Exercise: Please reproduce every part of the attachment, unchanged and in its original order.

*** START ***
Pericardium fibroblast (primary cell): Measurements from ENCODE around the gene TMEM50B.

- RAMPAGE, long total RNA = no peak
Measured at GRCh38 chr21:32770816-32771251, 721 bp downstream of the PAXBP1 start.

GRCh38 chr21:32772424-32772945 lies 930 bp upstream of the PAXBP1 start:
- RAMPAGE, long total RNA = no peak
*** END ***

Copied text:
Pericardium fibroblast (primary cell): Measurements from ENCODE around the gene TMEM50B.

- RAMPAGE, long total RNA = no peak
Measured at GRCh38 chr21:32770816-32771251, 721 bp downstream of the PAXBP1 start.

GRCh38 chr21:32772424-32772945 lies 930 bp upstream of the PAXBP1 start:
- RAMPAGE, long total RNA = no peak